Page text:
Amison has made a strong case in her essay of how photography results as self-portrait of sorts. “The nature of photography produces a mirror of the maker,” who documents his chosen narratives and discovers unexpected aspects of himself at the same time. Like an archaeologist, Hoffman investigates these ravaged scenes “teasing out the answers to his own deeper philosophical questions” and thus create images that “are as much about him as an artist and a person, as they are about his subjects.” Elis had never traveled to these small rural towns around Sweden and didn’t meet the people prior to taking the photographs, but the strangers “also make up the vital elements of a very personal journey – a soul searching walkabout.”  It is chance that brings the season of encounters, and it is often accident that brings the season of departures. But these are also narratives of fading times and fading rituals. In the municipalities of Malmberget and Skellefteå especially, the first a major site for the extraction of iron ore, the latter a historically industrial city based on large gold mining, the rusty scenes may well be mouldering ruins at the twilight of life and twilight of an age.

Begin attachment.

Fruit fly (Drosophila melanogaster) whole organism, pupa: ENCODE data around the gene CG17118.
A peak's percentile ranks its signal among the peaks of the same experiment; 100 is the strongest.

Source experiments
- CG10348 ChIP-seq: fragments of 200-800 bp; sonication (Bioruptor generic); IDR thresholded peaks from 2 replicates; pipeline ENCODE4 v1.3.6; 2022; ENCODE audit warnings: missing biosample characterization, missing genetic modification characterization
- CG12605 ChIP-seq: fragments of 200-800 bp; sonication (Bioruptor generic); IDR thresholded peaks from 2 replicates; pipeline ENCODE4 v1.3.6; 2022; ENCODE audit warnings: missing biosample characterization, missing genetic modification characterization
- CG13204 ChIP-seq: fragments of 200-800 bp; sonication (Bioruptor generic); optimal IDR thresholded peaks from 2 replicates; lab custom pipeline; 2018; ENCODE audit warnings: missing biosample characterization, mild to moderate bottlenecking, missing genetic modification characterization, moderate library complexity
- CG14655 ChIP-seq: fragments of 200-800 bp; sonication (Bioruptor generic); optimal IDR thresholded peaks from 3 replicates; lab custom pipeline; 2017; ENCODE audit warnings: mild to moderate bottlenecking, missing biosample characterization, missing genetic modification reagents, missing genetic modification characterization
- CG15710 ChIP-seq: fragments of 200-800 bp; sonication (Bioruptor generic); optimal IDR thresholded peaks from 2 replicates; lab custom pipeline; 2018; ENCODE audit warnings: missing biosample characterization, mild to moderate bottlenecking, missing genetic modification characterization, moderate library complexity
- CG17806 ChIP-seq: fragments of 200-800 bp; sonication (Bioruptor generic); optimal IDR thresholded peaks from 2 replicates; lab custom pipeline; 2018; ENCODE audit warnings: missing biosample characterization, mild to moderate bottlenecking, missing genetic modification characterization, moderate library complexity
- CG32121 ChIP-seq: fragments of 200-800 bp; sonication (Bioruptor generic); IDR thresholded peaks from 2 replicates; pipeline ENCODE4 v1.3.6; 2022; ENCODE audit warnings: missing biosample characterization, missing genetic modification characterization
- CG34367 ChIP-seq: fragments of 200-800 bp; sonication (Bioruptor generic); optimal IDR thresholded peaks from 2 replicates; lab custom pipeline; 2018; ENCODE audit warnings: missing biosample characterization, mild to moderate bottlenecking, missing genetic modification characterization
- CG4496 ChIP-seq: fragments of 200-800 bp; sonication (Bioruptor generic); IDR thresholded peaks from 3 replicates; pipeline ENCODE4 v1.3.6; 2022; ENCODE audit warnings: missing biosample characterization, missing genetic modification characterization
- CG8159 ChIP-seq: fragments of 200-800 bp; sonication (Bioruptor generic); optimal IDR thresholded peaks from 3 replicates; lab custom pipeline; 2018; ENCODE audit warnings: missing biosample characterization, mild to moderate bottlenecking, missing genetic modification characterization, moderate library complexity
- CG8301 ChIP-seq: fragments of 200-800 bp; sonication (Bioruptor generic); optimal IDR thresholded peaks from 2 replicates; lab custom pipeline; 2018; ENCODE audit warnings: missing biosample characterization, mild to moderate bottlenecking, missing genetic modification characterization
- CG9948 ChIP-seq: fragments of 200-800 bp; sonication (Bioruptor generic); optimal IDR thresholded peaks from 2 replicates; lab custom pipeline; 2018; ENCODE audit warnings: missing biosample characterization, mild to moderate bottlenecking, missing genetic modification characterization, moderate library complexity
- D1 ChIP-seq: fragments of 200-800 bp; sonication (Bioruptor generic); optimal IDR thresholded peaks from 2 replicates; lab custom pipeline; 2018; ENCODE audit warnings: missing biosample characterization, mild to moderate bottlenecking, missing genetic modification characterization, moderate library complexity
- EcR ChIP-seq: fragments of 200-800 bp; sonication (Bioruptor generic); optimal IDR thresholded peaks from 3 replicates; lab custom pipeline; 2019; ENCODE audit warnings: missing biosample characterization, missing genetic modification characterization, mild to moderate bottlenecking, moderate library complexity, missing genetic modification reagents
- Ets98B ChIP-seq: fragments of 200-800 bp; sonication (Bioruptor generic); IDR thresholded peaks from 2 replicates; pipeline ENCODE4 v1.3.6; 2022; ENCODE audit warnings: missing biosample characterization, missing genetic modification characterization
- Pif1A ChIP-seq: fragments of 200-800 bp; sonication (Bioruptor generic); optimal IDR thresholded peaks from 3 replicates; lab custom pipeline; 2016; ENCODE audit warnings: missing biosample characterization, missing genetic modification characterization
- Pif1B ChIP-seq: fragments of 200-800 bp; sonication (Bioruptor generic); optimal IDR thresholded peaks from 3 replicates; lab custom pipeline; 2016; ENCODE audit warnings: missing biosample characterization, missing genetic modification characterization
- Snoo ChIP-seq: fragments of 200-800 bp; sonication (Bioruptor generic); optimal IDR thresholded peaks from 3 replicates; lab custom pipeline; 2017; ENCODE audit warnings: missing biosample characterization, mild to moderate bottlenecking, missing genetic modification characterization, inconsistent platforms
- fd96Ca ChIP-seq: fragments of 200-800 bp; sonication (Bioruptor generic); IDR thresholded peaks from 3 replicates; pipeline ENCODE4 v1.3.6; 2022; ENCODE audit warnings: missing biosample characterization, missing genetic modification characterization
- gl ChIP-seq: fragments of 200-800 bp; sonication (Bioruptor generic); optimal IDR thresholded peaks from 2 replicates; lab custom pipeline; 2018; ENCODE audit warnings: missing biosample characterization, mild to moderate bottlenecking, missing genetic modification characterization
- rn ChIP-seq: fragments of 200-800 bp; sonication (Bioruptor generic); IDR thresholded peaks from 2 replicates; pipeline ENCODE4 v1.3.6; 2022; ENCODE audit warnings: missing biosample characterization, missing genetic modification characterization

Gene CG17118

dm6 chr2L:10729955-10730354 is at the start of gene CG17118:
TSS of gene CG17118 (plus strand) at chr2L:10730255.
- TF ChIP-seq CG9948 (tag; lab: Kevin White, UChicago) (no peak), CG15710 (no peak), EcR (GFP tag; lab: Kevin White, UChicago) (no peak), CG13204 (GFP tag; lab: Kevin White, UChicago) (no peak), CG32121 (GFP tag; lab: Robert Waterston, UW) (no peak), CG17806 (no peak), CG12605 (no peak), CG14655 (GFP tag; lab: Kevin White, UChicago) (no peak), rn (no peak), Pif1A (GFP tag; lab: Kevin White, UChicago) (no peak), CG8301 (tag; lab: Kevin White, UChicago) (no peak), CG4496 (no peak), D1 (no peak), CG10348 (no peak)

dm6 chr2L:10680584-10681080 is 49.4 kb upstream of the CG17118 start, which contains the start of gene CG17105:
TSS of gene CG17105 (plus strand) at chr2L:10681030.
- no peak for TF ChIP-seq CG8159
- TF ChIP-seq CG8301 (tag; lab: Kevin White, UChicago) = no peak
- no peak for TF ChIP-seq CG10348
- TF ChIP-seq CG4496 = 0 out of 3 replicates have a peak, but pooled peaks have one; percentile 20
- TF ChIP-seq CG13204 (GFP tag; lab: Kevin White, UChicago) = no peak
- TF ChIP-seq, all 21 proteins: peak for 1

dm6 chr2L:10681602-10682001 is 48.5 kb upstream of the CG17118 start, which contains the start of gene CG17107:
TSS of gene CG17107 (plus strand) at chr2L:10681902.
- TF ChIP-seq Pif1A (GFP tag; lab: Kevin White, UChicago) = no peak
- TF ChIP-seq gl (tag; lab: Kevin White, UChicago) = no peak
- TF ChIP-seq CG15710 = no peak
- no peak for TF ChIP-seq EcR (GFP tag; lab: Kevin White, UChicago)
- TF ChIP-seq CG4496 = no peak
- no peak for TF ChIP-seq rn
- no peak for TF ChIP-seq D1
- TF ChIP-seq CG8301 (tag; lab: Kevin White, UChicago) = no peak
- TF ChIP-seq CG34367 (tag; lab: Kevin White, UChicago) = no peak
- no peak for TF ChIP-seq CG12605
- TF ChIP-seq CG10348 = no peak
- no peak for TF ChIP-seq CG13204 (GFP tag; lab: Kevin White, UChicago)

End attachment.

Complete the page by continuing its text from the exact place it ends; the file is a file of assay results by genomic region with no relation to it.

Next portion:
Everywhere in Hoffman’s photographs, a penetrating sense of togetherness binds nature, people, and animals, who all share the same fading fate. Observant of ephemeral moments and evanescent nature of matter, the photographer has also eyed everyday rituals and the simplicity of people living here. Their artlessness is arresting and seems to stand as a dignified posture against the overwhelming tides of time. A deer lying dead in the grass, old people who seem to bethink the past in the sheer intensity of the moment, the portrait of a deer hanging ragged on a wall, funeral moments and pictures of binding separations – these narratives and details express the chastely compassion of those who in a moment of respite confront the timeline of their lives. One aspect in particular that traverses many of Hoffman’s photographs is the depiction of hunting-related scenes and its symbolic gravity. Hunting is all about the haunting spirits; its symbolism lies both in the killing of the animal, which is also a metaphor for the destruction of ignorance and evil tides, and in searching for the prey, which is in fact a spiritual quest. Like those photographed, Hoffman is a soul who persistently hunts for the moment and the haunting spectres that may never reveal themselves, treading in people’s and animals’ steps to come closer to the vanishing moments. Hunting is a means to arrest the moment and arrive at the divine virtue of capturing what is untameable and insuppressible, but it is also a longing to push ever further away the limits of the encompassing chaos which, in the guise of a wild animal, continues to linger at the borders of our organised world. For all its symbolism and religious act, hunting is nevertheless of great social relevance, offering a different relation with nature and the wild kingdoms; it is a ritualistic desacralisation of the fields before tillage, when wild animals are chased away from the wastes. Unsurprisingly then, it is at the same time a test of our inner strength and virtue, a manifestation of the Unseen, and the ordering of life cycles. Fading is the photograph of the privileged moments when we dare to see and sense closeness and intimacy through all the separations and reign divisions, when distance brings together and the unfamiliar is nestled ever closer to us.